Golden Bull of 1356

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The golden seal that earned the decree the name Golden Bull.


The Golden Bull of 1356 was a decree issued by a Reichstag in Nuremberg headed by Emperor Charles IV, Holy Roman Emperor (see Diet of Nuremberg) that fixed, for a period of more than four hundred years, important aspects of the constitutional structure of the Holy Roman Empire. It was named the Golden Bull for the golden seal it carried.

Background

According to the written text of the Golden Bull of 1356, "We have promulgated, decreed and recommended for ratification the subjoined laws for the purpose of cherishing unity among the electors, and of bringing about a unanimous election, and of closing all approach to the aforesaid detestable discord and to the various dangers which arise from it.”[1] Charles IV felt that it was necessary to change the current system of electing the "King of the Romans." He thought that without this new decree the world would never be rid of envious and ambitious politicians.[2]

The Golden Bull explicitly named the seven Kurfürsten or prince-electors who were to choose the King of the Romans, who would then usually be crowned Holy Roman Emperor by the Pope later. The seven prince-electors were, "Three prelates were archchancellors of Germany, Gaul and Burgundy, and Italy respectively: the Bohemia cupbearer, the Palsgrave seneschal, Saxony marshal, and Brandenburg chamberlain.”[3] Consequently, the Bull speaks of the rex in imperatorem promovendus, the "king to be promoted emperor" — although the distinction between the two titles would become increasingly irrelevant (and virtually nonexistent after 1508).

Even though the practice of election had existed earlier and most of the dukes named in the Golden Bull were involved in the election, and although the practice had mostly been written down in an earlier document, the declaration at Rhense from 1338, the Golden Bull was more precise in several ways. For one, the dukeships of the Electors were declared indivisible, and succession was regulated for them to ensure that the votes would never split. Secondly, the Bull prescribed that four votes would always suffice to elect the new King; as a result, three Electors could no longer block the election, and the principle of majority voting was explicitly stated for the first time in the Empire. Finally, the Bull cemented a number of privileges for the Kurfürsten to confirm their elevated role in the Empire. It is therefore also a milestone in the establishment of largely independent states in the Empire, a process to be concluded only centuries later, notably with the 1648 Peace of Westphalia.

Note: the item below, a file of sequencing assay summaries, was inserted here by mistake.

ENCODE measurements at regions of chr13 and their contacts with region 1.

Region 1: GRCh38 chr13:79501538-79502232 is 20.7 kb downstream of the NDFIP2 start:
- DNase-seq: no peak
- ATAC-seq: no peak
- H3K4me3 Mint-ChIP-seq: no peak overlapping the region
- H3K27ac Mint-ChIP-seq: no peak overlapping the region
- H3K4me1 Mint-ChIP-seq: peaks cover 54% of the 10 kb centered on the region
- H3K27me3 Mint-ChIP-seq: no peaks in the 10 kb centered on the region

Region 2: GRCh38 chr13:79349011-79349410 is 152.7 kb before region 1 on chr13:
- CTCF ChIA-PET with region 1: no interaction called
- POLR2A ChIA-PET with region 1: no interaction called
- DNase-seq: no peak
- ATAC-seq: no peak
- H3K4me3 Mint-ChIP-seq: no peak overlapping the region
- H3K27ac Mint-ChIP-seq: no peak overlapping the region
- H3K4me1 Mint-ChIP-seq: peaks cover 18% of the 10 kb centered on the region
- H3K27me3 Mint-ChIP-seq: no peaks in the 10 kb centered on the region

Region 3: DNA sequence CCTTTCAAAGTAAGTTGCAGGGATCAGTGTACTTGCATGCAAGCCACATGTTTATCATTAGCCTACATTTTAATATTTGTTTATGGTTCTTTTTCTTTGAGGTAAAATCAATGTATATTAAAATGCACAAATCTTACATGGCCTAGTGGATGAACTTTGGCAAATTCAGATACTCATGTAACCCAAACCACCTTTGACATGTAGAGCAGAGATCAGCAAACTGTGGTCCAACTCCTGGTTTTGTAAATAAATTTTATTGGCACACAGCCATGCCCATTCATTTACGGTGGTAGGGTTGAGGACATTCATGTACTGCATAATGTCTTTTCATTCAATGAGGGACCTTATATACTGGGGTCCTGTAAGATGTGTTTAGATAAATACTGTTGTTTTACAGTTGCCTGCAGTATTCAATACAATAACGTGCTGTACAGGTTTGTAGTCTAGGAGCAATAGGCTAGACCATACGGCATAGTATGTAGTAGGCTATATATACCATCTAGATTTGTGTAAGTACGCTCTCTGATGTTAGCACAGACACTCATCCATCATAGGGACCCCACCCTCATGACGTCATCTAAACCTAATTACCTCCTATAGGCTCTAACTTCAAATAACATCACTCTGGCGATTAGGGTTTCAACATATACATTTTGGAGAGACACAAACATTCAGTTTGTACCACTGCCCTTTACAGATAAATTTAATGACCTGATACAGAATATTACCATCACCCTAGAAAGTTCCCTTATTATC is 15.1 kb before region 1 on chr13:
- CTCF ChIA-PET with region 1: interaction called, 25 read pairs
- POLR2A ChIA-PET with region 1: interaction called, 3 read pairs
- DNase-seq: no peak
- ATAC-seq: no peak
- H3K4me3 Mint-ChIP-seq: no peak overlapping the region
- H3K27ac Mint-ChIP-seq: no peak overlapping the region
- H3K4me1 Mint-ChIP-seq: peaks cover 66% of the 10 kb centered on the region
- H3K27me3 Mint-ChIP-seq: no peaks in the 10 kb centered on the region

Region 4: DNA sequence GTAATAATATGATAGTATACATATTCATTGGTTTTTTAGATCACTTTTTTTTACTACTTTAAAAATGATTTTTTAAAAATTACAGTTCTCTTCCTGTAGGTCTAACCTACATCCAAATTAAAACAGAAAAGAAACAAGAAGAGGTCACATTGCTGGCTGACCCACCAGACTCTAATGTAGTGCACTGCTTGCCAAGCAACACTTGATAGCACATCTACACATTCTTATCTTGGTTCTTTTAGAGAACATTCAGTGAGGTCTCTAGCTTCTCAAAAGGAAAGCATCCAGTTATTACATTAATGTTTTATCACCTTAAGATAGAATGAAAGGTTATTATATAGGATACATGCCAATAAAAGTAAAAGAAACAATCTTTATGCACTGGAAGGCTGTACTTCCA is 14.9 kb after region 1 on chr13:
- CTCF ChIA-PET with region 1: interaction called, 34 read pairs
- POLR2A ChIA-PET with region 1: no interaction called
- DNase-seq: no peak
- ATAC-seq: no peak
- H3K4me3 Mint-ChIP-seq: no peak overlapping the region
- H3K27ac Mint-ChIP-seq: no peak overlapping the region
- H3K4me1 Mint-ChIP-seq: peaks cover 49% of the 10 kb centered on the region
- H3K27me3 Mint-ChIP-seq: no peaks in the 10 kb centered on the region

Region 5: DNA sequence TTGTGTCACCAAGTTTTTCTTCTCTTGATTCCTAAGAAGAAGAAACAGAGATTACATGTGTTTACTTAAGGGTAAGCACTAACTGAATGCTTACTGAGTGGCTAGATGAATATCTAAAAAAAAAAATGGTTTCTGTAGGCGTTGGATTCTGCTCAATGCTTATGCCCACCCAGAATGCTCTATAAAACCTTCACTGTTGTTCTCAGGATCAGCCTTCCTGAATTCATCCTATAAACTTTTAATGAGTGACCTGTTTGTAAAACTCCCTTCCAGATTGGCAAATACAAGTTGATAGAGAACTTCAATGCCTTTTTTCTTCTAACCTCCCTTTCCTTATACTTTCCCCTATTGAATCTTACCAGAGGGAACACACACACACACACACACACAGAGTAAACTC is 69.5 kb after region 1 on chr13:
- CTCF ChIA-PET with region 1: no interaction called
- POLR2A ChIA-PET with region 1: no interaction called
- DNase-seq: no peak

The bull regulated the whole election process in great detail, listing explicitly where, when, and under which circumstances what should be done by whom, not only for the prince-electors but also (for example) for the population of Frankfurt, where the elections were to be held, and also for the counts of the regions the prince-electors had to travel through to get there. The significance for having the elections in Frankfurt, Germany were that it was a tradition dating from East Frankish days preserved the feeling that both election and coronation ought to take place on Frankish soil. [4] However, the election location was not the only specified location, they specified that the coronation would take place in Aachen, and Nuremberg would be the place where the first diet of a reign should be held.[5] The elections were to be concluded within thirty days; failing that, the bull prescribed that the prince-electors were to receive only bread and water until they had decided:

Latin: Quod si facere distulerint infra triginta dies, a die prestiti juramenti prefati continuo numerandos, extunc transactis eisdem triginta diebus amodo panem manducent et aquam et nullatenus civitatem exeant antedictam, nisi prius per ipsos vel majorem partem ipsorum rector seu temporale caput fidelium electum fuerit, ut prefertur. [1]